Integrations are a key selling point. Businesses are oversaturated with different apps and services, and Slack can offer users a best-of-both-worlds setup – occupying the middle ground. This is a major differentiator and one it’s keen to shout about while Google and Microsoft continue to duke it out.
Where Slack does lack, however, is the volume of third-party integrations it offers. Google Workspace, for example, offers up to 5,000 third-party apps compared to the 1,500 or so which Slack provides.
How Slack is using feedback to shape its future
Slack’s focus on boosting productivity isn’t unique, with both Google and Microsoft pushing this angle. But Slack’s approach to user research offers an interesting insight into how it’s drawing on feedback to drive improvements both in terms of features and the general direction of travel.
In conversation with ITPro at Dreamforce, Christina Janzer, SVP for research and analytics at Slack said that much of the changes implemented, including new AI features and UI updates have been directly influenced by the firm’s canvassing on what makes teams productive.
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Slack is “always paying attention to what’s top of mind for executives and employees”, Janzer said. “What we understand from executives is that productivity is the number one concern, 71% say that’s their top concern.”
Slack’s automated tools for its Workflow Builder get right to the heart of this conundrum for businesses, the company believes, letting users automate custom workflows and offering connectors from partner organizations like Asana, Google, or Atlassian. Again, Slack is keeping users in one place without the need to jump between different apps.
AI is supposed to be a labor saving device, but what happens if it replaces human labor all together? Putting our faith, fortune, and future in generative AI – treating it as some kind of faceless electronic oracle or savior – is a mistake.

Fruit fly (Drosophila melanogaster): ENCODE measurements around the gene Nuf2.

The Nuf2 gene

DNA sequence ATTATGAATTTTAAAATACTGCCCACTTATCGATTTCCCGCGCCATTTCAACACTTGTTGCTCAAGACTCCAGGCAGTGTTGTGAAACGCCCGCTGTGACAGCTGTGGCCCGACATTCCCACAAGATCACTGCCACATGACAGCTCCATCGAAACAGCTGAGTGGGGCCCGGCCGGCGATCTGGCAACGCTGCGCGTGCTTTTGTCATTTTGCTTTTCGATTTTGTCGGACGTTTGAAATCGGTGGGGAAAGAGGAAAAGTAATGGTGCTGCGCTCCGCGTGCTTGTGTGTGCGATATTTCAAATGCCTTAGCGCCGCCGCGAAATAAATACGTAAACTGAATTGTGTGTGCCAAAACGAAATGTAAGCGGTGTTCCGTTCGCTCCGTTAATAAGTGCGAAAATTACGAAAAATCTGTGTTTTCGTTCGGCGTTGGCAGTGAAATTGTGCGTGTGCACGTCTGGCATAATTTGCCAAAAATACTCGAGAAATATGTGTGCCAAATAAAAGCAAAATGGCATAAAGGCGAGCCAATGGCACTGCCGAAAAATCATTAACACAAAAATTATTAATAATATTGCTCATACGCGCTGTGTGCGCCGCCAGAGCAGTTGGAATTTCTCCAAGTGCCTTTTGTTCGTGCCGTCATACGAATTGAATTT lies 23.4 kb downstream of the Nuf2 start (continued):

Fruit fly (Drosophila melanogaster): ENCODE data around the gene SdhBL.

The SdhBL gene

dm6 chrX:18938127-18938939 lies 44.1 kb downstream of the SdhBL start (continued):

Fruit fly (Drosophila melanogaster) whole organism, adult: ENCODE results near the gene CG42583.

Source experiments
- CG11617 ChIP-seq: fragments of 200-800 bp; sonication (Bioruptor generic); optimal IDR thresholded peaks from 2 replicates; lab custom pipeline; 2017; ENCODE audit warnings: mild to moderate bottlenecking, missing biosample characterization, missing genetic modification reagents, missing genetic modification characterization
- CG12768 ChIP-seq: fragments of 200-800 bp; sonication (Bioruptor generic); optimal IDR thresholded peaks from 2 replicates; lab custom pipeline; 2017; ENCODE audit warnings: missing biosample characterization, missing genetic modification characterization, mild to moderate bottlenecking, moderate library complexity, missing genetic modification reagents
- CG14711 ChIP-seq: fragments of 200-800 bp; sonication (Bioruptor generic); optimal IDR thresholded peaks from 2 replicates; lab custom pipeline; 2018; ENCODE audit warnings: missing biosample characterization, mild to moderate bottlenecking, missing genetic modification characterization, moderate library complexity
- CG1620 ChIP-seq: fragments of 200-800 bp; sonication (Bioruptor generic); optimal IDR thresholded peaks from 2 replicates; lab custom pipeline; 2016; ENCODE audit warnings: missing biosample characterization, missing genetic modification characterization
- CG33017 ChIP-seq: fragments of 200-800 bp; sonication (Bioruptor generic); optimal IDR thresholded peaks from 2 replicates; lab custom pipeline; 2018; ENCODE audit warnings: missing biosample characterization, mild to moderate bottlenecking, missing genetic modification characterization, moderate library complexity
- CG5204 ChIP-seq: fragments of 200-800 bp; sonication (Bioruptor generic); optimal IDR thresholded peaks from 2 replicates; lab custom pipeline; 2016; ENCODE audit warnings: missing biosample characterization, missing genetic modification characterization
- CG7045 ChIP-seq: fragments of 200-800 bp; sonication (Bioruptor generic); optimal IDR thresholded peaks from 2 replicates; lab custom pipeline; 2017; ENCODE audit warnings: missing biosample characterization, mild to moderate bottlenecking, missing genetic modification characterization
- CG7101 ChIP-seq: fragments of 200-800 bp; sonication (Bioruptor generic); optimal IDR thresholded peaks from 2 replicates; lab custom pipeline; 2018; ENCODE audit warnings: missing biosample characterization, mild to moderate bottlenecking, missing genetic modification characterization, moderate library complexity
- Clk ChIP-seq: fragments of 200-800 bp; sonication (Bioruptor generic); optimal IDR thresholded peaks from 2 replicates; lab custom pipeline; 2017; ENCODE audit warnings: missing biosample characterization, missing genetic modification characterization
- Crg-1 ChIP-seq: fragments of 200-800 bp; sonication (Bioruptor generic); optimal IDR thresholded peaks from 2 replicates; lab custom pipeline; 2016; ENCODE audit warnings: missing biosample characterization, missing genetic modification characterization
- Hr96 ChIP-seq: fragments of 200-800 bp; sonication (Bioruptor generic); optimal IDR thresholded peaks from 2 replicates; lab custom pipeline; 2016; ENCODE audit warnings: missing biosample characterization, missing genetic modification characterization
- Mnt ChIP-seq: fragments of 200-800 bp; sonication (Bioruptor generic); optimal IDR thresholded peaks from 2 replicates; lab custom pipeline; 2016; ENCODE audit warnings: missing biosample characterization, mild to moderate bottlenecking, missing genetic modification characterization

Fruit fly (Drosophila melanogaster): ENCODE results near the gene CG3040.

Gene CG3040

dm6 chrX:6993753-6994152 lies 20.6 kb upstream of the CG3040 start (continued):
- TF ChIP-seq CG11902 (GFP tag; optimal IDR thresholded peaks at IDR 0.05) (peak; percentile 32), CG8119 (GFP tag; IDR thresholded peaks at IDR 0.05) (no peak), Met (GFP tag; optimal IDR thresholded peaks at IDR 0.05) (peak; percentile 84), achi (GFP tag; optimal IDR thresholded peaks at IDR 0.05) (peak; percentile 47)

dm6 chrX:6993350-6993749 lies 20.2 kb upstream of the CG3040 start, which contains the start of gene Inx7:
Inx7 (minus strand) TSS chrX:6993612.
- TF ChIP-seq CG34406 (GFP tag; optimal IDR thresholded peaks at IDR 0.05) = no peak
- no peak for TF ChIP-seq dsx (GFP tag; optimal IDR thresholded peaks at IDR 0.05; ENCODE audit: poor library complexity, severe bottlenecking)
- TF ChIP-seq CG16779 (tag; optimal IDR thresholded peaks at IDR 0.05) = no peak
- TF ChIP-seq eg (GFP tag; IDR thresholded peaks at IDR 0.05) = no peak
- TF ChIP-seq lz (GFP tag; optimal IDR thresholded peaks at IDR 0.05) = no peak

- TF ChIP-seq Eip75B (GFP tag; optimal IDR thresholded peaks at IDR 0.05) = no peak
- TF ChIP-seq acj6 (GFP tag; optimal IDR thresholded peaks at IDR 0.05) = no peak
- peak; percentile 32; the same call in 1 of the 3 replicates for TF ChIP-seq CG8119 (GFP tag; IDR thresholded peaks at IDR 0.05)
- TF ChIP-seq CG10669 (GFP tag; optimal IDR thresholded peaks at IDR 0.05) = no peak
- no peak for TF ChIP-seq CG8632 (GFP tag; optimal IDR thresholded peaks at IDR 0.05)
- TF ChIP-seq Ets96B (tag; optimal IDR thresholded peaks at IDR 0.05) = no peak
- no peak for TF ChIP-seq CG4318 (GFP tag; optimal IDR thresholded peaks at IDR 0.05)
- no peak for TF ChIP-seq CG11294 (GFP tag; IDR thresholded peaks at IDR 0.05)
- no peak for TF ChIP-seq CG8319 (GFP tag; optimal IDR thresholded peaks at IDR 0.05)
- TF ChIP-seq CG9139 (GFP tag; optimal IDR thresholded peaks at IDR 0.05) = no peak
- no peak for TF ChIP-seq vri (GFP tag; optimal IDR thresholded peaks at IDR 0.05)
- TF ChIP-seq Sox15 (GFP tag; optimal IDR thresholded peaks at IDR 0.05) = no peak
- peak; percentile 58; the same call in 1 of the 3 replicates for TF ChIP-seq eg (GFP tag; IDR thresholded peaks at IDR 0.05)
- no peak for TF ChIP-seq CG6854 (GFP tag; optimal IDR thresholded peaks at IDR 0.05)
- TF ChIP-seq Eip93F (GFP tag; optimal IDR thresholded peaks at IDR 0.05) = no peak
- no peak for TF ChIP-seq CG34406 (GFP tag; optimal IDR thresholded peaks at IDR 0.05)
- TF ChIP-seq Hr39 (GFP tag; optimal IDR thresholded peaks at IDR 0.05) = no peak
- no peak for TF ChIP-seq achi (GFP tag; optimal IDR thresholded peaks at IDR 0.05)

Slack has traditionally been hard on the eye for users forced to contend with a cacophony of channels, chats, and everything in between. But that’s also what gives Slack its charming character. UI changes in recent months have sought to address this, and there has been a marked improvement – even if some users weren’t happy.
Looking ahead, it’s obvious Slack views itself as a platform that can fully encompass everything businesses need in a modern workplace – a sort of collaborative one-stop-shop.
AI-powered collaboration and productivity tools, workflow management capabilities, and middle-ground positioning within the marketplace makes it a top contender for any business looking to supercharge productivity and communications. Eventually, all roads may lead back to Slack.
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Ross Kelly is ITPro's News & Analysis Editor, responsible for leading the brand's news output and in-depth reporting on the latest stories from across the business technology landscape. Ross was previously a Staff Writer, during which time he developed a keen interest in cyber security, business leadership, and emerging technologies.
He graduated from Edinburgh Napier University in 2016 with a BA (Hons) in Journalism, and joined ITPro in 2022 after four years working in technology conference research.